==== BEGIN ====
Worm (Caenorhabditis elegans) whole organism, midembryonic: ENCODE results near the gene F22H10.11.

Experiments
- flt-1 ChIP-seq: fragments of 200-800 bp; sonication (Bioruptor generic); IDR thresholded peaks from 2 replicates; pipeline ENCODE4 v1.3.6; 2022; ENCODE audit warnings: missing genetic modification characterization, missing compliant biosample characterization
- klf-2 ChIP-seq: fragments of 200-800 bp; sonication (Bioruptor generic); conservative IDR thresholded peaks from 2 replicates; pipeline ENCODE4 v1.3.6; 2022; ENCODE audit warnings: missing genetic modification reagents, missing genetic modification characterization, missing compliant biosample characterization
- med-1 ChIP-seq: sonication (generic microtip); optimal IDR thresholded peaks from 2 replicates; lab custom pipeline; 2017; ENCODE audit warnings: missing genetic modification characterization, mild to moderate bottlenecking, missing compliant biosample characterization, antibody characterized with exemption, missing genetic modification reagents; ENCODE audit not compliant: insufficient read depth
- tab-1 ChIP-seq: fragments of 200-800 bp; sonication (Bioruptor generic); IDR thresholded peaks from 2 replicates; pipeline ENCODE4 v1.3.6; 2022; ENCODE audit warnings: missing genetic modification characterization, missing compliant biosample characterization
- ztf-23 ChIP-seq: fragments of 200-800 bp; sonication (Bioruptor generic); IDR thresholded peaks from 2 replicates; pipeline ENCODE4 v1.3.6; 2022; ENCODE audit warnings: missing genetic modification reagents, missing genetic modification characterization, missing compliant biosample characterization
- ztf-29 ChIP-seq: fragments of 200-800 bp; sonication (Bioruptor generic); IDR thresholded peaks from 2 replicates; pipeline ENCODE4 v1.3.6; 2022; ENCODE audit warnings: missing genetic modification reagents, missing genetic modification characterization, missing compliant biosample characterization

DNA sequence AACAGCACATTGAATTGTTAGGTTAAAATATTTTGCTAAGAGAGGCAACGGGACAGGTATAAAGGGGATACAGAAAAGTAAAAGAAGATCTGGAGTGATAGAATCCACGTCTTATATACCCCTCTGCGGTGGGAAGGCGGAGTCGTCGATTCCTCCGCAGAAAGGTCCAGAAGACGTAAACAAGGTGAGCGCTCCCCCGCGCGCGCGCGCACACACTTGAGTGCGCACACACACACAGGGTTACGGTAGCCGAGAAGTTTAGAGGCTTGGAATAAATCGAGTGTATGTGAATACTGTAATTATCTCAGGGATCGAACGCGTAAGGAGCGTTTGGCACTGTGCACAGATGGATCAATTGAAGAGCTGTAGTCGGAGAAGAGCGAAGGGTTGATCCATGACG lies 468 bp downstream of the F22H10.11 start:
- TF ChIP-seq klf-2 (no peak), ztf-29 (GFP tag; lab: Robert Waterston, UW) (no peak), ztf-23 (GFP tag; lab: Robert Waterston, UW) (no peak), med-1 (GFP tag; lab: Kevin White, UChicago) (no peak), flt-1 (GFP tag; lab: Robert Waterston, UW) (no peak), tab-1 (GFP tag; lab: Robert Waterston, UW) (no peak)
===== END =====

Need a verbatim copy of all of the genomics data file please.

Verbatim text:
Worm (Caenorhabditis elegans) whole organism, midembryonic: ENCODE results near the gene F22H10.11.

Experiments
- flt-1 ChIP-seq: fragments of 200-800 bp; sonication (Bioruptor generic); IDR thresholded peaks from 2 replicates; pipeline ENCODE4 v1.3.6; 2022; ENCODE audit warnings: missing genetic modification characterization, missing compliant biosample characterization
- klf-2 ChIP-seq: fragments of 200-800 bp; sonication (Bioruptor generic); conservative IDR thresholded peaks from 2 replicates; pipeline ENCODE4 v1.3.6; 2022; ENCODE audit warnings: missing genetic modification reagents, missing genetic modification characterization, missing compliant biosample characterization
- med-1 ChIP-seq: sonication (generic microtip); optimal IDR thresholded peaks from 2 replicates; lab custom pipeline; 2017; ENCODE audit warnings: missing genetic modification characterization, mild to moderate bottlenecking, missing compliant biosample characterization, antibody characterized with exemption, missing genetic modification reagents; ENCODE audit not compliant: insufficient read depth
- tab-1 ChIP-seq: fragments of 200-800 bp; sonication (Bioruptor generic); IDR thresholded peaks from 2 replicates; pipeline ENCODE4 v1.3.6; 2022; ENCODE audit warnings: missing genetic modification characterization, missing compliant biosample characterization
- ztf-23 ChIP-seq: fragments of 200-800 bp; sonication (Bioruptor generic); IDR thresholded peaks from 2 replicates; pipeline ENCODE4 v1.3.6; 2022; ENCODE audit warnings: missing genetic modification reagents, missing genetic modification characterization, missing compliant biosample characterization
- ztf-29 ChIP-seq: fragments of 200-800 bp; sonication (Bioruptor generic); IDR thresholded peaks from 2 replicates; pipeline ENCODE4 v1.3.6; 2022; ENCODE audit warnings: missing genetic modification reagents, missing genetic modification characterization, missing compliant biosample characterization

DNA sequence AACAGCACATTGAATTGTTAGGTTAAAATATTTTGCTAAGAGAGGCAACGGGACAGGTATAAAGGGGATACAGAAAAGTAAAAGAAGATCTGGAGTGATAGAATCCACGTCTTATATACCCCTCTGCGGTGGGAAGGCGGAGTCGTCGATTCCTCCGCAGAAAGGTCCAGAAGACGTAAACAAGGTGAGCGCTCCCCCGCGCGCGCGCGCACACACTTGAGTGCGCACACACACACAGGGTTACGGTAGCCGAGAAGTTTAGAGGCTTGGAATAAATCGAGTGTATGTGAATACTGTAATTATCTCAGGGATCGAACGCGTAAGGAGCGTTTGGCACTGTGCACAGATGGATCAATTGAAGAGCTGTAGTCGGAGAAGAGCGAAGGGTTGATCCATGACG lies 468 bp downstream of the F22H10.11 start:
- TF ChIP-seq klf-2 (no peak), ztf-29 (GFP tag; lab: Robert Waterston, UW) (no peak), ztf-23 (GFP tag; lab: Robert Waterston, UW) (no peak), med-1 (GFP tag; lab: Kevin White, UChicago) (no peak), flt-1 (GFP tag; lab: Robert Waterston, UW) (no peak), tab-1 (GFP tag; lab: Robert Waterston, UW) (no peak)